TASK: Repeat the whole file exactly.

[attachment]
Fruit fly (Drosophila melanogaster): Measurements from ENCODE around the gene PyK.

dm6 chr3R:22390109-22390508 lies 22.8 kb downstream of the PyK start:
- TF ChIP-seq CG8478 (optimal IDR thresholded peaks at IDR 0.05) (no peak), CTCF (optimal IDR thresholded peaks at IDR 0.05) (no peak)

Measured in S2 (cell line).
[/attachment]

Fruit fly (Drosophila melanogaster): Measurements from ENCODE around the gene PyK.

dm6 chr3R:22390109-22390508 lies 22.8 kb downstream of the PyK start:
- TF ChIP-seq CG8478 (optimal IDR thresholded peaks at IDR 0.05) (no peak), CTCF (optimal IDR thresholded peaks at IDR 0.05) (no peak)

Measured in S2 (cell line).